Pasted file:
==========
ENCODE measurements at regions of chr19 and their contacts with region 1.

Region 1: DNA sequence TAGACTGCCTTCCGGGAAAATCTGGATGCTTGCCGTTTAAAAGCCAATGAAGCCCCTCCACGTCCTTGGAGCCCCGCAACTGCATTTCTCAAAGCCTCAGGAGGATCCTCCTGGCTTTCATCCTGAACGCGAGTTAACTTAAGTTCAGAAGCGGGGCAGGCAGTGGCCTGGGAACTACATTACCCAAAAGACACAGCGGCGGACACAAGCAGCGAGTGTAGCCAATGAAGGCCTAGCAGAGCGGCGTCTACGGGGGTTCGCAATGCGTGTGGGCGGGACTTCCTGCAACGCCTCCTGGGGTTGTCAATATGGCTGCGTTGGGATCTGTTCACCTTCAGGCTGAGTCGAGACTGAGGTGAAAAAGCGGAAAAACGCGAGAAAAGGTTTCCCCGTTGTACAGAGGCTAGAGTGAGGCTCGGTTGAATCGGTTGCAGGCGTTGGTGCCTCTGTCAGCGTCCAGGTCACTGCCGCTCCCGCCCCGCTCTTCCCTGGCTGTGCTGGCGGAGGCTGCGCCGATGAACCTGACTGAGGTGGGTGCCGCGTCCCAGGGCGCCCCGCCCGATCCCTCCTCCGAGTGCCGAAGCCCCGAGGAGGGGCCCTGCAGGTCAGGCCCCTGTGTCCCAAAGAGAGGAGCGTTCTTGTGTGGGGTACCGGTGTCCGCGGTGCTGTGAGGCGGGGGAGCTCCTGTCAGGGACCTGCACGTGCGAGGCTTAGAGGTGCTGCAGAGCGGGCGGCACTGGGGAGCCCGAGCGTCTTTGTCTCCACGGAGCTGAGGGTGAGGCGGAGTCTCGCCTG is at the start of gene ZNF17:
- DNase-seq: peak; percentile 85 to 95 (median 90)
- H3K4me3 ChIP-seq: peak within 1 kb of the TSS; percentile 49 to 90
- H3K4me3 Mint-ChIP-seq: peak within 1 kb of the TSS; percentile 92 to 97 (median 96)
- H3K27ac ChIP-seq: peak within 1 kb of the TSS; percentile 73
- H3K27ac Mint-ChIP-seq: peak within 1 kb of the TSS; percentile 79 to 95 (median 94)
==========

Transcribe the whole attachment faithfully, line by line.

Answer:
ENCODE measurements at regions of chr19 and their contacts with region 1.

Region 1: DNA sequence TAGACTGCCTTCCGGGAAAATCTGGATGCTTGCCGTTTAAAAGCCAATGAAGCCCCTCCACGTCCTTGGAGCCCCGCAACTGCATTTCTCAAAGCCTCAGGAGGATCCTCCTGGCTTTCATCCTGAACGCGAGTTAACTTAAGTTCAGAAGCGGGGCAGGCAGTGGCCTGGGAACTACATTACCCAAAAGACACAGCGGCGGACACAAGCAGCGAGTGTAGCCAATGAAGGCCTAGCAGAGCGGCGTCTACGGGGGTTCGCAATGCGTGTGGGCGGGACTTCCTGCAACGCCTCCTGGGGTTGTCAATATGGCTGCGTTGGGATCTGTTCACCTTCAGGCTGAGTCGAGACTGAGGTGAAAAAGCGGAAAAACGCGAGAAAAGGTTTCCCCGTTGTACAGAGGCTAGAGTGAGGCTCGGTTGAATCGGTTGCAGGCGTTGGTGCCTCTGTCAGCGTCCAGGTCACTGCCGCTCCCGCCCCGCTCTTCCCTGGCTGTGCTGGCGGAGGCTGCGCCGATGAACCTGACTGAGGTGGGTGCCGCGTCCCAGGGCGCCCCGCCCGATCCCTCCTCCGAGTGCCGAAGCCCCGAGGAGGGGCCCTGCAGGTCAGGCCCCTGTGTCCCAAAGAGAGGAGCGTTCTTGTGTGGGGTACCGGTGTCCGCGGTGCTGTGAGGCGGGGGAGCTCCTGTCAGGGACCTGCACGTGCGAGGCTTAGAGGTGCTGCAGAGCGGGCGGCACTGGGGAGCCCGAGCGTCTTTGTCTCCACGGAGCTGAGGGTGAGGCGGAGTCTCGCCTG is at the start of gene ZNF17:
- DNase-seq: peak; percentile 85 to 95 (median 90)
- H3K4me3 ChIP-seq: peak within 1 kb of the TSS; percentile 49 to 90
- H3K4me3 Mint-ChIP-seq: peak within 1 kb of the TSS; percentile 92 to 97 (median 96)
- H3K27ac ChIP-seq: peak within 1 kb of the TSS; percentile 73
- H3K27ac Mint-ChIP-seq: peak within 1 kb of the TSS; percentile 79 to 95 (median 94)